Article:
(16. 2023) In the Event of Antigone: Crossings, Translations, Restagings

Special Issue Editor: Elena Tzelepis

This special issue of Synthesis seeks to open a space for a performative plurality of "Antigone" (as text, performance, tragic figure, and political trope) beyond the canonical frameworks of (post)colonial modernity and pertaining to contemporary conditions of precarity, inequality, militarism, neoliberal de-democratization, and the rise of authoritarian regimes and formations. It proposes to reflect on ways in which contemporary plural and counter-hegemonic restagings of the tragic, and Antigone in particular, critically engage with histories of domination and justice, and to interrogate unequal conditions of citizenship, affectivity, and belonging.

The papers written by distinguished scholars in the field explore how Antigone is activated not only in local and global theatrical stages but also in the social scenes of "foreignness," displacement, and (im)mobility in the contemporary world. They engage with different media, cultural texts, practices, performances, counternarratives and countermemories that go against the grain of normative frameworks of Eurocentrism and universalism, and generate transformative feminist, decolonial, antiracist, egalitarian, and radical democratic politics and aesthetics in our harrowing political times.

This special issue includes papers of a symposium that took place in the context of the research program "Antigones: Bodies of Resistance in the Contemporary World [Antisomata]" ( funded by HFRI). The interdisciplinary research program explores what persists and what remains from Antigone's performative legacy at the present historical moment, drawing attention to ex-centric, migratory, decolonial, queer, and transformational restagings of the tragic.


 (17.2024) Derrida à l'oeuvre: "Doing Theory" Against Inequalities

Special Issue Editors: Sara Nyhlen and Katarina Giritli-Nygren

This issue of Synthesis explores Jacques Derrida's work on nation, gender and race in relation to the current ethical and political studies of in/equalities in the field of social sciences. Derrida’s philosophical work has engendered concepts that offer new pathways to think about difference, the Other, living together, (dis)belonging and rights and destroy unchallenged and, thus, perpetuated racist, nationalist, ethnocentric and sexist presuppositions. The impact of Derrida’s work in the present, nearly twenty years since his death, is growing, even in areas of research that did not initially engage his thought. For instance, the rising interest in the use of the spectral as a conceptual metaphor in the field of sociology and more recently, criminology, exemplifies a spectral turn in these fields, which relates Derrida’s concept of hauntology in Specters of Marx (1994) to ongoing debates about the targeting of minority groups or the criminalization and minoritizing of specific ethnic collectivities. Other examples of the impact of Derrida’s philosophical work that has been used as a tool for the ethical and political critique of social and political injustices are the ongoing discussions about conditional and unconditional hospitality, nationalism, the human/non-human divide, minority collectivities and their histories that speak to the destruction of the human, as well as about the archival politics and the preservations of the records of past and possible futures.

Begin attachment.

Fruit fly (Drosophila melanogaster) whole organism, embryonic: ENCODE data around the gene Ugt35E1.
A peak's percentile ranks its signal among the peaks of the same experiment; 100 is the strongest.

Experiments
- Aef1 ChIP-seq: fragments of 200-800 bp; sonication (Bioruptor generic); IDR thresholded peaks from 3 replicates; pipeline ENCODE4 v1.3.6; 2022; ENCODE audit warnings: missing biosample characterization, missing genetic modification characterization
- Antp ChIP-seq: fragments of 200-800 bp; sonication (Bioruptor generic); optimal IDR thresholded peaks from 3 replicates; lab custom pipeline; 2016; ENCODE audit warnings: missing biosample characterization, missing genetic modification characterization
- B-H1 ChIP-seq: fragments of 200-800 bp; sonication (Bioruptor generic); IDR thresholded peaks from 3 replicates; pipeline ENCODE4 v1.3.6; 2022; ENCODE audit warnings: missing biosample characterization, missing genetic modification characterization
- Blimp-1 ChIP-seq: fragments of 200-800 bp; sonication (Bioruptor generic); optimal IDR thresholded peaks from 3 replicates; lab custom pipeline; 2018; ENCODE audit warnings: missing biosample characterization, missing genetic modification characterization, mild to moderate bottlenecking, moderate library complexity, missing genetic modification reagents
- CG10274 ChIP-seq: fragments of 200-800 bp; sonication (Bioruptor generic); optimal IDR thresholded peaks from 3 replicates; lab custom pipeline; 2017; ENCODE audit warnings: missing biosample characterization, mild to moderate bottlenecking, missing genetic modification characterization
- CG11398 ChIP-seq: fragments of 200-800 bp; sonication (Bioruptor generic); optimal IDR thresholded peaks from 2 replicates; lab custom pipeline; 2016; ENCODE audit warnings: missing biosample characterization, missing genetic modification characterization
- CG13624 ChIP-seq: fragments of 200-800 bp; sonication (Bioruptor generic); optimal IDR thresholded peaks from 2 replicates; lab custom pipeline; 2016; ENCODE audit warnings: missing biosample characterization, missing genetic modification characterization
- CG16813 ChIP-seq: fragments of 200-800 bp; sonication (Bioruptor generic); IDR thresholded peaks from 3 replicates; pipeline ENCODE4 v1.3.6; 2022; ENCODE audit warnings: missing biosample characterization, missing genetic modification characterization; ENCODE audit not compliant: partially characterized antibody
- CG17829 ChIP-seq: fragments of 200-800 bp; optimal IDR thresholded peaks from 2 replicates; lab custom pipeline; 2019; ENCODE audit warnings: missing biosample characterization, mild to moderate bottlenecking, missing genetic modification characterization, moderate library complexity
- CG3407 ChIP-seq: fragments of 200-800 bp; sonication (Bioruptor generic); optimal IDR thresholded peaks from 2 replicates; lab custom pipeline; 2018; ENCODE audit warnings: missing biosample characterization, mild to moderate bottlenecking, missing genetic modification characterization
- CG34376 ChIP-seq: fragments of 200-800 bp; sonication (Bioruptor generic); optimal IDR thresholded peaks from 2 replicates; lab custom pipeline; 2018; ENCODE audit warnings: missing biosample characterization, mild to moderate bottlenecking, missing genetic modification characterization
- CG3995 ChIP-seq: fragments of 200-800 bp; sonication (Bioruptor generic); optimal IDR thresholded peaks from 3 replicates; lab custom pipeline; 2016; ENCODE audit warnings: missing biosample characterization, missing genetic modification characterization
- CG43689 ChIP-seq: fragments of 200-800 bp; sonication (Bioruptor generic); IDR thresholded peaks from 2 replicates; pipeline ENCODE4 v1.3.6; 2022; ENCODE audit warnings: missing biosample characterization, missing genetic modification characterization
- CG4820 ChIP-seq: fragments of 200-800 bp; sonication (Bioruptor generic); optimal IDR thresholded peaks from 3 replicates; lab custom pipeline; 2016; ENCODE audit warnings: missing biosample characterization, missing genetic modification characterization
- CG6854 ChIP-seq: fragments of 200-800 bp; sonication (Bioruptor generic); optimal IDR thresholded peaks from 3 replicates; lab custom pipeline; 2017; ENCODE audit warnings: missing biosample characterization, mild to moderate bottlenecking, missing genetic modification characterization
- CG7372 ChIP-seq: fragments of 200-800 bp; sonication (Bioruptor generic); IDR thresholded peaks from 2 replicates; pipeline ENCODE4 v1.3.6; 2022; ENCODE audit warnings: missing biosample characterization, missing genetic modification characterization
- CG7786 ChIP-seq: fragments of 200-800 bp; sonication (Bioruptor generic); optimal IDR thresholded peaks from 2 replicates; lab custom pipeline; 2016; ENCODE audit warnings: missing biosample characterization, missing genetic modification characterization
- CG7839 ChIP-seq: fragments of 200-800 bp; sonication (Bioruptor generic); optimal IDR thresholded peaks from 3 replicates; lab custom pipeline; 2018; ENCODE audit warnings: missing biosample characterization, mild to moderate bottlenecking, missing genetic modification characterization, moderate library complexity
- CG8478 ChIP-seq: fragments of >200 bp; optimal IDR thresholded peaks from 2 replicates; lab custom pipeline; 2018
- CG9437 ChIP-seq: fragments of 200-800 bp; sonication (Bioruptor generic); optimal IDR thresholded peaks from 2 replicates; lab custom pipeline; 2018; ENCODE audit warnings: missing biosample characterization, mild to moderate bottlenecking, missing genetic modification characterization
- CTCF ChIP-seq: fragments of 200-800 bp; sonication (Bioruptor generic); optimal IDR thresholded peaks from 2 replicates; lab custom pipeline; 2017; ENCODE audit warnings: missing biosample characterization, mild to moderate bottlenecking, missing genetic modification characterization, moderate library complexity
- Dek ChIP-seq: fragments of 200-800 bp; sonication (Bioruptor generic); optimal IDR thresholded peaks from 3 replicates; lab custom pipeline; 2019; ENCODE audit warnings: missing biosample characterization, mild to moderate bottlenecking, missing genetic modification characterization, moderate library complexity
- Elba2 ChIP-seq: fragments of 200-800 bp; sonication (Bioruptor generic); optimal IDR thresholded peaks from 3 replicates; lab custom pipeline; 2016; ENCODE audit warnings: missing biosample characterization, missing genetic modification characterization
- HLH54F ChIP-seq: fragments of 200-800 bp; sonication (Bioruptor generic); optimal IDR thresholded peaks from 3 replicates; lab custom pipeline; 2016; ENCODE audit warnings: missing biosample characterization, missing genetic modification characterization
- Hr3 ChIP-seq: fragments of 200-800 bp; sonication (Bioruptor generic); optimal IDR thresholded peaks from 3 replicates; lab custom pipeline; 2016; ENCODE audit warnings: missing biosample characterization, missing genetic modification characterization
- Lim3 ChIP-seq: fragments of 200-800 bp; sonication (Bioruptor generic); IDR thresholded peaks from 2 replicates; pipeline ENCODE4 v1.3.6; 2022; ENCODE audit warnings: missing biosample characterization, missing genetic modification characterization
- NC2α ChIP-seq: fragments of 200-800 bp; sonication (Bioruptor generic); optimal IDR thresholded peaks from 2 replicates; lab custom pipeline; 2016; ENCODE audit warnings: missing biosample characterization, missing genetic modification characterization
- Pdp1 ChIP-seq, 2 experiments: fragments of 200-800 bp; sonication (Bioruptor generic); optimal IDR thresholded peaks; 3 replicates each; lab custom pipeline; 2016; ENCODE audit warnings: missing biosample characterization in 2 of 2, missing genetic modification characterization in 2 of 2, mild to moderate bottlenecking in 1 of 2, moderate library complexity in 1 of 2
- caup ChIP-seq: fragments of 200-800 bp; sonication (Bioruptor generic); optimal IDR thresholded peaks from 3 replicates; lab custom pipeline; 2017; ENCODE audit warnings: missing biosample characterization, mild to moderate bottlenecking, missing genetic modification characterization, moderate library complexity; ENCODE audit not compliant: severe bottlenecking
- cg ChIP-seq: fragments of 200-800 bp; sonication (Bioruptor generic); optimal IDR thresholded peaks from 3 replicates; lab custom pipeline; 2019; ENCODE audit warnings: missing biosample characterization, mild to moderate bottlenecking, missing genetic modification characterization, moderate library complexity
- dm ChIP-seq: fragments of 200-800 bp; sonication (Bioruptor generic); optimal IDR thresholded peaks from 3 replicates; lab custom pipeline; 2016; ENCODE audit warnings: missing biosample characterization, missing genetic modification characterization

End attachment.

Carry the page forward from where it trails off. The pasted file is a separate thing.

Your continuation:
(18.2025) In the Shadow of Empire: Situating Black British Writing

Special Issue Editor: Joan Anim-Addo

Granting Black British writing – as a body of texts – the place it deserves in the British university system is the central concern that this Issue explores. Acknowledging the historical perspective of 400 years of contested writing, and drawing on the conference, ‘Situating Black British Writing’ (London, 2023), the Synthesis special  issue focuses on situating the field in relation to the Humanities, critical thought, a changing understanding of the signifier ‘Black’, and the impact of UK publishing politics on the corpus.

The special issue builds on pioneering research and teaching interests established on differing sides of the Atlantic. This includes the co-founding, teaching, and inaugurating of the UK’s/world’s first Black British Writing postgraduate programme, following on and interlinking with the teaching and researching of Caribbean and diaspora literatures. Similarly, dialogue with the writing produced in Africa centrally informs the corpus. That such intersections visible within Black British writing speak to both transglobal connections and complexities, helping to re-world and define the body of work and its wide-ranging transcultural influences, is also central to this issue. We showcase, especially, Black voices that still too often remain largely missing from the UK’s scholarly debate. We bring to the Issue researchers and Black British writers alike presenting varied approaches to a range of Black British writing genres.


 (19.2026) Transitive Modernities: Territories and Temporalities

Special Issue Editors: Anne Reynes-Delobel, Stamatina Dimakopoulou, Andrea Kollnitz, Jessica Sjöholm Skrubbe

Taking trans-European axes and routes as its point of departure, through the study of various cultural forms and spaces, this special issue will examine international and transnational trajectories across Europe, the Baltic Sea, the Mediterranean and Africa. Re-turning to established as well as hitherto uncharted connections, this issue will explore transnational connections and dialogues in conjunction with a recent reflection on borders, migration, mobility, collective memory, essential to understanding our current moment. Focusing on the historical and temporal specificity as well as the particular, but diverse, locations and contexts of cultural encounters and circulations, this issue fosters a critical geo-history of transitive modernities across and beyond Europe.